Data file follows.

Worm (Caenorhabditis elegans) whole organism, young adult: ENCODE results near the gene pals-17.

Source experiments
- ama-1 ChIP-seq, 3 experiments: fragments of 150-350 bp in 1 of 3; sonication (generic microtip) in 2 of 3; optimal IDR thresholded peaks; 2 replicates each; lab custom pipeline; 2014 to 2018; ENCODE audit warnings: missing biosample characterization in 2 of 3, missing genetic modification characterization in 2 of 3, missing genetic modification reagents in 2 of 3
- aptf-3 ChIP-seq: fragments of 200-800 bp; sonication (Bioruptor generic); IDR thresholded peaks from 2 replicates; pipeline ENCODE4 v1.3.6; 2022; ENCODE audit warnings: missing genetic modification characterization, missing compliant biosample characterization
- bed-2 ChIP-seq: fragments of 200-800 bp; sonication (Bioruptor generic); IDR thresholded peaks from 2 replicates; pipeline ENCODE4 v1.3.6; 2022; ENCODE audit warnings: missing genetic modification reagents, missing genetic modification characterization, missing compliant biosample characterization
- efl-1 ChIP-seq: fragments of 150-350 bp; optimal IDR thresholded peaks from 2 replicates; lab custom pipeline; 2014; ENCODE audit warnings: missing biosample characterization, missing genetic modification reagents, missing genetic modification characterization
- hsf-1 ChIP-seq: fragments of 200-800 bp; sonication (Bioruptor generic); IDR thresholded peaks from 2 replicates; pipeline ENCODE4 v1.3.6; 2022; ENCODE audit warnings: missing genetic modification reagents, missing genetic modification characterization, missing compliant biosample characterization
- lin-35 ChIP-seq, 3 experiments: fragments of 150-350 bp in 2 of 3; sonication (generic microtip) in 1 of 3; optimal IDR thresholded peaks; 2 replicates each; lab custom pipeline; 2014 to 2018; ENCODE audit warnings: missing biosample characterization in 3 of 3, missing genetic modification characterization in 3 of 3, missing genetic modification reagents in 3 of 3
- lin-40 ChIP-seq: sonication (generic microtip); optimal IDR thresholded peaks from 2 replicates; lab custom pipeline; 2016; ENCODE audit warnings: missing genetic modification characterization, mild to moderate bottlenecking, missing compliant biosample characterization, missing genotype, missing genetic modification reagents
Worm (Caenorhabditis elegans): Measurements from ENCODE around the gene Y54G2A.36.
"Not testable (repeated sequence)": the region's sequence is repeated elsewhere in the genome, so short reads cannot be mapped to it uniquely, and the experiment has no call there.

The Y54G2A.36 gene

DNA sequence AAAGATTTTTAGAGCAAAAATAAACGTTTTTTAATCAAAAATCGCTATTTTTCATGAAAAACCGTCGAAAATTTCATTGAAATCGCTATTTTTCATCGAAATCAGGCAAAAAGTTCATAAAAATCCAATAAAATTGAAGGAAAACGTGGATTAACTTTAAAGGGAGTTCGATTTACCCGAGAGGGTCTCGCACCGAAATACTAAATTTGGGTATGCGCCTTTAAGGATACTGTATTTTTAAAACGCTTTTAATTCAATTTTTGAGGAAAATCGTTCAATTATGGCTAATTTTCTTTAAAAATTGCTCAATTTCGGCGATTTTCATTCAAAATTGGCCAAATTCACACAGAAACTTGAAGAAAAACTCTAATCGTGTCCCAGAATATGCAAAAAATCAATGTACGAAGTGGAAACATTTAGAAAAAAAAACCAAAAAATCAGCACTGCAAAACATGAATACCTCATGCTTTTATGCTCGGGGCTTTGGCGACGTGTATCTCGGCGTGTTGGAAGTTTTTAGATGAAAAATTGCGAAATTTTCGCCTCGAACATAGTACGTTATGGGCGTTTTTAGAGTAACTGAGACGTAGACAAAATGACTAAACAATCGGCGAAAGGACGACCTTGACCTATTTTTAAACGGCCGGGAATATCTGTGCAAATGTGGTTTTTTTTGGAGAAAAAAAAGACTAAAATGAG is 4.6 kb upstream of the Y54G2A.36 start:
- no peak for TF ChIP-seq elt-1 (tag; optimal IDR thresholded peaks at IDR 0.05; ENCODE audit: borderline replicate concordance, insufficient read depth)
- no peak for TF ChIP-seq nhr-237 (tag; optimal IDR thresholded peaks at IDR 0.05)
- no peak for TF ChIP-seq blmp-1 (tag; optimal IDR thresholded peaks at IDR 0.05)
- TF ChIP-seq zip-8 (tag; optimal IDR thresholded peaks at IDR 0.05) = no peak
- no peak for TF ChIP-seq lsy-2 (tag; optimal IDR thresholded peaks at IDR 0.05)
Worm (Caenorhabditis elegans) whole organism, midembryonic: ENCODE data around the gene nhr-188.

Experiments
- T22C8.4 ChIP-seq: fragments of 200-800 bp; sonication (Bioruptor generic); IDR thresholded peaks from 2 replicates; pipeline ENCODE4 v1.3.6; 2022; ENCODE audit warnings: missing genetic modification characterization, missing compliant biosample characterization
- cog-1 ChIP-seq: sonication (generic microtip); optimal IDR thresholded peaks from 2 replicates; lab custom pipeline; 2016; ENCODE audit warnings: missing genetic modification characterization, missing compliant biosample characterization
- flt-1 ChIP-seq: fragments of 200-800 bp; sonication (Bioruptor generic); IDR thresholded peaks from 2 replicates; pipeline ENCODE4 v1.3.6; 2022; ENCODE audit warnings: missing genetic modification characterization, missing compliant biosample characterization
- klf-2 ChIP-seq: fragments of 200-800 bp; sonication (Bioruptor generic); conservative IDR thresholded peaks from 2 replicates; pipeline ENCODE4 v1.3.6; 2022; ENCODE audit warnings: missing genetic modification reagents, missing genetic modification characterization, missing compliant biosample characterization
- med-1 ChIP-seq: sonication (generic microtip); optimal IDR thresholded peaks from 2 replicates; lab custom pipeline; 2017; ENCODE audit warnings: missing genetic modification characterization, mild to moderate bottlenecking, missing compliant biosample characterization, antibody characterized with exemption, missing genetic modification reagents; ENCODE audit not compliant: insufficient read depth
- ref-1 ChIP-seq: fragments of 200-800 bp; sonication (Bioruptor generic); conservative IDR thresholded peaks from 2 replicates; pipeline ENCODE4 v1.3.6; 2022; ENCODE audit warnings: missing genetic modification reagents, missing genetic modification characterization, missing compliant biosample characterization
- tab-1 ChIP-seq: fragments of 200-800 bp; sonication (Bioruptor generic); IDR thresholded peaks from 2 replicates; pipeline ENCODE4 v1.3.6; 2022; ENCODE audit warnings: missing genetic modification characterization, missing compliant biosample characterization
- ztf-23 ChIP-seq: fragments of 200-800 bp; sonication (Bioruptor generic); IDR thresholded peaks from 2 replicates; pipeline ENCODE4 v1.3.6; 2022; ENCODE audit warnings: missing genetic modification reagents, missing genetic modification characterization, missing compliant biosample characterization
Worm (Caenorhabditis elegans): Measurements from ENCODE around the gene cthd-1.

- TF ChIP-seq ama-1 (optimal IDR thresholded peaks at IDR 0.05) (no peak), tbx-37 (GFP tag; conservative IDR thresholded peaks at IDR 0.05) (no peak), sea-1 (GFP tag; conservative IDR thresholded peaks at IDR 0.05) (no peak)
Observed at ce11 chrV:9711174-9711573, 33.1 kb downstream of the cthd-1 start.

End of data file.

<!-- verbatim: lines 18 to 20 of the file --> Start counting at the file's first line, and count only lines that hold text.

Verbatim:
- no peak for TF ChIP-seq lsy-2 (tag; optimal IDR thresholded peaks at IDR 0.05)
Worm (Caenorhabditis elegans) whole organism, midembryonic: ENCODE data around the gene nhr-188.

Experiments